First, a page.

Friday, November 18, 2011

Gopuram Stitch Tutorials

Friends, I was going through some of my very old doodling clothes on which I used to practise my embroidery stitches learnt from various sources and came across this stitch.

I have learnt many from my maternal Grandma. In her childhood she studied in a school run by nuns. Such schools were called as Convents by the local people. My Gran was very proud of having studied there. Her English was impeccable. Well she learnt embroidery, crochet, sewing etc in her school. She had a very good knowledge of embroidery stitches not only the Indian ones but also those from across the world.We grand children used to sit with her and talk about her school days. We also used to learn embroidery and crochet from her. She had good memory and even after 70 years or so, she could tell us the name of the stitch both in English and local language. But alas at that time I never bothered to note down those names. 

Here is one of the stitches I learned from her. She named it as Gopuram Stitch. Gopuram means Temple dome. She was not sure from where she learned this nor the name of the stitch. When she taught me I remarked that this stitch reminded me of a temple dome-so we named it as Gopuram stitch. We used to (re)name many stitches to remember them easily--:)...:)...

If any one knows about the origin or name or any other information about this stitch, please let me know. I have not come across any similar stitch so far. Though it looks like an inverted Feather Stitch.

I have tried to put it down properly for you as tutorials:

The stitch belongs to Chain Stitch or Looped Stitches family. It can be stitched on any fabric-that is this is not a counted thread stitch.

This is how the stitch goes. I have marked the points for illustrative purpose. When we actually stitch we need no marking.

Bring out the needle up through the fabric from underside at point 'A'.


Now insert the needle  at 'B' a little away from 'A',  going under the fabric and come out at 'C'. Loop the thread from left to right from under the needle forming a loop. Now pull the needle to get the first stitch or loop.

This is almost like a chain stitch, except that that in chain stitch we insert needle at A where as here we leave some space in between. 

Similarly make another loop from 'F' to 'G'. 
Now again make a loop by entering at 'D'  a little away from 'B' and coming out at 'E'.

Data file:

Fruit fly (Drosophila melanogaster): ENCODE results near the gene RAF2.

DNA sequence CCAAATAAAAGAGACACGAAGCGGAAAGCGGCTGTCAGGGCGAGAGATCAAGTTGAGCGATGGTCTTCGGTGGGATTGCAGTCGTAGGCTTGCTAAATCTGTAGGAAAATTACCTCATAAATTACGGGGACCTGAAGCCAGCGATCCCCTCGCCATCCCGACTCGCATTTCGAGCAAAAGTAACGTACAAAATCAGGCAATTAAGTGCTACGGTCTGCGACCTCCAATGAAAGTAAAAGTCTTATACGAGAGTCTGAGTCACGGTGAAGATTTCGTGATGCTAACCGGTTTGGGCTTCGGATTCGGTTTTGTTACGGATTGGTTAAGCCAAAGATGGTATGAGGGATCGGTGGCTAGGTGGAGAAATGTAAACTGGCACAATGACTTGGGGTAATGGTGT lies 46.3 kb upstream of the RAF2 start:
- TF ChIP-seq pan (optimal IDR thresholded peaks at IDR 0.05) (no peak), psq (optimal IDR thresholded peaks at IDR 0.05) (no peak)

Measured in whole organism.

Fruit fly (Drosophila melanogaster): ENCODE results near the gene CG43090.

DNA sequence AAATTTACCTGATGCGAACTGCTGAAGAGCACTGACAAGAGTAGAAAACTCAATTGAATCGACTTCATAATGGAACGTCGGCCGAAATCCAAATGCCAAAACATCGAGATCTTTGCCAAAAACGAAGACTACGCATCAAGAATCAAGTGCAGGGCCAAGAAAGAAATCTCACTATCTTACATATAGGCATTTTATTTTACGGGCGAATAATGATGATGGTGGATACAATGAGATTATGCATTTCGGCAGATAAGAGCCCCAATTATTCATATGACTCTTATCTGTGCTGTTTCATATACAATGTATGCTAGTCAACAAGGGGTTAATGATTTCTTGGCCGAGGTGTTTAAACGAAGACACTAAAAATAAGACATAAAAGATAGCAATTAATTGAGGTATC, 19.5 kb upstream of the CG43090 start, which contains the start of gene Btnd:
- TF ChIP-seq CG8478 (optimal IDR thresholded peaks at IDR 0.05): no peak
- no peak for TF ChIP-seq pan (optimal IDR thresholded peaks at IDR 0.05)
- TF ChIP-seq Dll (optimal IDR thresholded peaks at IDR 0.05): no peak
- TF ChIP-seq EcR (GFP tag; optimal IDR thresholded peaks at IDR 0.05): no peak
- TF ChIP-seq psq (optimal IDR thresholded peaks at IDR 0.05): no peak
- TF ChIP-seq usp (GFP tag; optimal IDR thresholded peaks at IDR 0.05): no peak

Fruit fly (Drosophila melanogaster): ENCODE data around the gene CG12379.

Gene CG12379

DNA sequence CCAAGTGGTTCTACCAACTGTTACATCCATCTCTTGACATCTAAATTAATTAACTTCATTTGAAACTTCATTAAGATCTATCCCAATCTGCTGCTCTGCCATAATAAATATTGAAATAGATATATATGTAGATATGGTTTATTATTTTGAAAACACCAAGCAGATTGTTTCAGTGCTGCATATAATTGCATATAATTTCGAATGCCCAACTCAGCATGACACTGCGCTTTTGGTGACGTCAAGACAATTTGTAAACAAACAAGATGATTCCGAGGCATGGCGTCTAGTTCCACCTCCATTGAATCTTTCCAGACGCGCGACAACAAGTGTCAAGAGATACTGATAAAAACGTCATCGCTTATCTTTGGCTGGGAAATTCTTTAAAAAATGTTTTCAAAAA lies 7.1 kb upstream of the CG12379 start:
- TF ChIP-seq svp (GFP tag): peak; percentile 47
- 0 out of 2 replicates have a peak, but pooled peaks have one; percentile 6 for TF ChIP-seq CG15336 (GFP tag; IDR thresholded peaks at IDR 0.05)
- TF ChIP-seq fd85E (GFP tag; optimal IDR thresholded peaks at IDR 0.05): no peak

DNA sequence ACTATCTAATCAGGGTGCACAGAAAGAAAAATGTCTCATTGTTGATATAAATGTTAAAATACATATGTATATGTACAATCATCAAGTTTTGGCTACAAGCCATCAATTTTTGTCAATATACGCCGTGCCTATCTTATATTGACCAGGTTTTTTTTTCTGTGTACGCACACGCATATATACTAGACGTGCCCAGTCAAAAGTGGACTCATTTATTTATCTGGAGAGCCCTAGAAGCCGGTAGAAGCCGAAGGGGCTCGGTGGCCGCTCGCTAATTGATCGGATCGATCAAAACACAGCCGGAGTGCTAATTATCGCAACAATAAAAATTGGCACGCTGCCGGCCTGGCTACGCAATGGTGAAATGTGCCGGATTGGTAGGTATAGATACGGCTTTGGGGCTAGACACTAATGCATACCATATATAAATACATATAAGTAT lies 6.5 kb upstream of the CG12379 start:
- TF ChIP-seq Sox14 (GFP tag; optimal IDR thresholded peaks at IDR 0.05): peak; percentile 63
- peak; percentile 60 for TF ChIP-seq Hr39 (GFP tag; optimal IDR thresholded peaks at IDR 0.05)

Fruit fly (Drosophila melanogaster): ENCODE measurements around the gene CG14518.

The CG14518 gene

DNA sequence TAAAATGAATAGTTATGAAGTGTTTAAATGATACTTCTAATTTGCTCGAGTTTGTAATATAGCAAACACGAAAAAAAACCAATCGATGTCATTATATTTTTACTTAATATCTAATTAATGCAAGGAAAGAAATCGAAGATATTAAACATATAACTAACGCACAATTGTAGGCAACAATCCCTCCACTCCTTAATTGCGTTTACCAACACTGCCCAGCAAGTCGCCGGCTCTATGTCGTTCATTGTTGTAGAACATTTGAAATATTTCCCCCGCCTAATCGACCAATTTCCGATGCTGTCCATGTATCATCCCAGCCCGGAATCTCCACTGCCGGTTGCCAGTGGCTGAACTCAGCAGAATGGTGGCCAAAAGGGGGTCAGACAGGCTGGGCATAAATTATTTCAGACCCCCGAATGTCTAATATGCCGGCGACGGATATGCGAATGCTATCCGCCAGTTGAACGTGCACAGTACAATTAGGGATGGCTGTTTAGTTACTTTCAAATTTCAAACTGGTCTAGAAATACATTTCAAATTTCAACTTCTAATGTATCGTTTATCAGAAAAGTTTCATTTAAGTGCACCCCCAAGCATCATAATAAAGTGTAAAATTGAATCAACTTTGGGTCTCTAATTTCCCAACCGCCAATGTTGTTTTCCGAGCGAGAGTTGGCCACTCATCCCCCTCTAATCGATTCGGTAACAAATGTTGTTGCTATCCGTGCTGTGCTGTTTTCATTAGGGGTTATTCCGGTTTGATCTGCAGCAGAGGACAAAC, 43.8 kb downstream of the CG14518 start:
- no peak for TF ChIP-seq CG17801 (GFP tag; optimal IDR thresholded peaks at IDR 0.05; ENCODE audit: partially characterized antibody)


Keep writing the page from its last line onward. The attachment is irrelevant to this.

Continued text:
Anchor with a little straight stitch at 'H'. We have completed the basic part of the stitch. it should look like this one as shown below.

The points A, B, D and F should be equidistant from each other. I have put more space between points, A,B,D and F (Fig-6)so that the stitch is clear to you. 

Similarly points C, E, G and H should also be equidistant from each other. 

Also notice that point 'C' should be a little to the right of A and so on and not mid point of A and B. That is the original stitch taught to me (a part of it). 

Actually there is more to the stitch I learnt. I will be posting it in my next post.

Here I have tried to vary the stitch for my sampler. 
In the stitch at 4, I have placed points C, E, G and H as mid point of A-B, A-D and so on. In 5, I have placed them to (almost) right side.
I have used beads (2) and cut glass beads (3). In 4 above I have anchored the stitch with a chain stitch.
Here the stitches shown at 1,2 and 3 are not correct. I was just practising on a doodle cloth before I got it correct at 4. See 8 and 9, I was trying to build up a pattern.


As a border around the necks, sleeves and hems of blouses, kurtis or tunics, skirts for decorating CQ blocks and on pillows, cushion covers, saris etc.

I am still practising the stitch and trying to build up a sampler. The best part is yet to come. So watch out for more...

Practise the stitch and please do mail me your innovations with the stitch so that we all can share them...


Deepa said...

Hi Sailaja,
This stitch is a variation of feather stitch called Maidenhair stitch.Have a look here

Suseela said...


The stitch looks like a Maiden hair stitch..another version of fly stitch.


Ms Sharma said...

Thank you Deepa and Suseela for responding.

I have mentioned in the post that this looks like an inverted Feather Stitch.

But the method of stitching is different and any way this is only a part of the stitch. The remaining I will post shortly.

allis said...

Thank you for your clear instructions. This is a lovely stitch.

Ms Sharma said...

Thank you Allis